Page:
Boston’s Financial District is known for its sleek skyscrapers and business professionals constantly on the move. But in the heart of all the hustle and bustle, a group of adult learners takes time to study traditional Jewish texts at The Rabbi Samuel Chiel (zt'’l) Genesis Forum, a free lunchtime learning series at CJP.
Students come from Greater Boston and even as far away as New Hampshire, and are a mix of “nine-to-fivers” and retirees. Donna Rebibo is one of the students who works downtown, and she has been engaged with The Genesis Forum for more than ten years.
“It’s an amazing program and it always makes my day. You come in stressed out and when you leave you feel you have learned something valuable and that you’ve touched something eternal. It’s a really special feeling,” she says.
This year, the program is marking its 20th anniversary of teaching biblical and rabbinic texts to anyone who wants to join in.
“The fact that CJP becomes a Beit Midrash, a house of study, every other Wednesday, sends a strong message about the importance of adult Jewish learning,” says Rabbi Daniel Lehmann, President of Hebrew College and Genesis Forum instructor. “We’re looking at our past, seeing it reflected in our present, and ensuring our tradition of debate and discussion continues.”
A rich history
The program is named for Rabbi Samuel Chiel (zt''l), who helped to found it and was CJP’s Scholar-in-Residence after retiring from Temple Emanuel in Newton. One of Rabbi Chiel’s special gifts was taking the wisdom and lessons from Jewish texts and helping people see how the ideas related to their own lives.
This year’s Genesis Forum is focused on the ideas of justice and responsibility, and Seder Nezikin, the mishnaic order of Torts and Damages. Over the years, scholars and participants have studied texts from the Torah and the Talmud and explored the Jewish festive cycle, the life cycle, and Jewish history.
Rabbi Benjamin Samuels has helped organize and has taught The Genesis Forum for 18 years. He says serving the whole community of learners is the key to the program’s success. “With a faculty of some of the best and brightest Jewish thinkers in Greater Boston, including from Hebrew College, we’re making the program accessible to beginners and also meaningful for experienced students.”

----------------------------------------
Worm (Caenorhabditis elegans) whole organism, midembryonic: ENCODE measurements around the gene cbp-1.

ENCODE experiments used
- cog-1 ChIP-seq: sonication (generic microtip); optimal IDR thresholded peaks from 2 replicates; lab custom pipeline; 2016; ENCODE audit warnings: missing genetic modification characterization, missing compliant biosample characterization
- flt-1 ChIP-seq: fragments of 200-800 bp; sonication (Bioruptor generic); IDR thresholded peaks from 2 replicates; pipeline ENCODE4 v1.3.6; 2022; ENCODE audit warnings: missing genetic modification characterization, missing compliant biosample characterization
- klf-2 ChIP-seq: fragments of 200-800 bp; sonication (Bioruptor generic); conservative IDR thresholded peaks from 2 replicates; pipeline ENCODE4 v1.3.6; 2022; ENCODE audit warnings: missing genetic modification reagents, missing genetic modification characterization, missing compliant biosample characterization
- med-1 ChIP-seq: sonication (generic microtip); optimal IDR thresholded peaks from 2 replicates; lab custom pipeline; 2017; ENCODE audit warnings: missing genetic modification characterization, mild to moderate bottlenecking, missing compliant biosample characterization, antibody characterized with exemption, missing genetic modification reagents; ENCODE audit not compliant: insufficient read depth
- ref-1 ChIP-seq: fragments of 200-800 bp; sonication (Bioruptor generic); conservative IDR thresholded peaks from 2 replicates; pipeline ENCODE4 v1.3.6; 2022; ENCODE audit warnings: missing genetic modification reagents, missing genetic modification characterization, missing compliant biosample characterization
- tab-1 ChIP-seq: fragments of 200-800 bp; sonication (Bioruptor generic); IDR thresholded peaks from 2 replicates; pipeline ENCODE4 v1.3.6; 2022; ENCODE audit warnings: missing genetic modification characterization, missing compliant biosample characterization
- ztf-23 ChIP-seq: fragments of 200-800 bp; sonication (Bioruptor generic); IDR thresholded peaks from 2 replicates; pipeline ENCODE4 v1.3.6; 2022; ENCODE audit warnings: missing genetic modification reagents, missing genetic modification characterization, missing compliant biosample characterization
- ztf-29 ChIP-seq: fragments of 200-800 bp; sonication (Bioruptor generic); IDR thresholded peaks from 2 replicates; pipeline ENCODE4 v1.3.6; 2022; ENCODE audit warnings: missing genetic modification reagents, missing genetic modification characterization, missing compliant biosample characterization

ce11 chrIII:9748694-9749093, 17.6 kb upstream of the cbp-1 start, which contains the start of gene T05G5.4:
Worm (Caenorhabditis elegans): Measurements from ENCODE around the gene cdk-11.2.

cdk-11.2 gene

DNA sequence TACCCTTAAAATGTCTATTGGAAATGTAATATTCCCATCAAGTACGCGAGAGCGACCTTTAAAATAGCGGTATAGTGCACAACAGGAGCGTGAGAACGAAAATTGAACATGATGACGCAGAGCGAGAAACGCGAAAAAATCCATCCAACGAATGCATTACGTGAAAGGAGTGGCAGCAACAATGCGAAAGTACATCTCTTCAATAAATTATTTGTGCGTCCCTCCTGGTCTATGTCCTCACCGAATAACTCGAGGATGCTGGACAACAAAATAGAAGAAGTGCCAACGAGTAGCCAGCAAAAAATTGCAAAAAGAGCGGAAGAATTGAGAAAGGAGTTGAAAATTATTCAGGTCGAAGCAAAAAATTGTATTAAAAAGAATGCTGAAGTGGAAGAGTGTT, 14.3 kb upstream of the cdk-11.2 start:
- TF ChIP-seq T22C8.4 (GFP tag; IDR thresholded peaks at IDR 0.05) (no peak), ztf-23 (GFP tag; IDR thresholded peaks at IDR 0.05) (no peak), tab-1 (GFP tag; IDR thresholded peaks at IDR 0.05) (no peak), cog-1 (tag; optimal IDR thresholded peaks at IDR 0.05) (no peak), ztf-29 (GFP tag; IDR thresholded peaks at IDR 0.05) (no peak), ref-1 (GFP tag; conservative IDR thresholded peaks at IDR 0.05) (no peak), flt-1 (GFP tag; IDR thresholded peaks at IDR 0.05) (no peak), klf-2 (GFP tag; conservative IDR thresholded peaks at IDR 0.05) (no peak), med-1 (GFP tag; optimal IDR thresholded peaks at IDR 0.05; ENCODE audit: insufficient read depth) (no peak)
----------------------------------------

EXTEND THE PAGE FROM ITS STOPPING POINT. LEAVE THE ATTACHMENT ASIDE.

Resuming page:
“Any teacher needs to find great inspiration from their students”
One of the appeals of the program is its accessibility. Before coming to The Genesis Forum, Donna had not formally studied the Jewish texts, but she had read a lot.
“The Forum synthesizes things I’ve heard or read in the past and helps me to really see the history. And there is a variety of teachers and teaching styles, which is also fascinating,” Donna says.
“Any teacher needs to find great inspiration from their students, and it’s easy at CJP because they come with dedication and enthusiasm,” says Rabbi Samuels. “They are so interested, and they share very insightful questions and observations.”
Going strong for the next twenty years
The Genesis Forum continues to be popular because it is an open, inclusive, and sophisticated study of foundational Jewish texts and ideas. Rabbi Chiel’s original vision and passion are carried forward by the faculty and the students.
“It’s a wonderful thing to be able to learn something new – and there’s always something new,” says Donna. “I have spoken to all my friends about The Genesis Forum, and in synagogue I’ve talked about the topics that were discussed. I recommend it to everyone.”
Intrigued? Join us! There are five sessions of The Genesis Forum left in this season. Learn more about the program and sign up today!
Rabbi Samuel Chiel (zt”I)
Rabbi Samuel Chiel (zt”l) was CJP’s scholar-in-residence for many years and was instrumental in founding the Genesis Forum.
Rabbi Chiel left us with a glorious legacy of communal service and teaching. At the beginning of his rabbinical career, he also proudly served his country as a Jewish chaplain in the U.S. Armed Forces. He went on to become the beloved spiritual leader of Temple Emanuel of Newton for 27 years.
He never stopped learning and teaching, and was involved in the training of young rabbis and the continuing education of mid-career rabbis through the Rabbinic Institute at Hebrew College, as well as serving as the Jewish scholar for New Directions in Catholic-Jewish Dialogue, an interfaith program co-sponsored by the Anti-Defamation League and the Archdiocese of Greater Boston.
Rabbi Chiel was renowned for his unique combination of erudition, insight, empathy and warmth. He was a master speaker and teacher of Torah, as well as a great believer in and advocate for the elevating and healing powers of spiritual practice. Through our study, we hope to memorialize Rabbi Chiel for eternal blessing.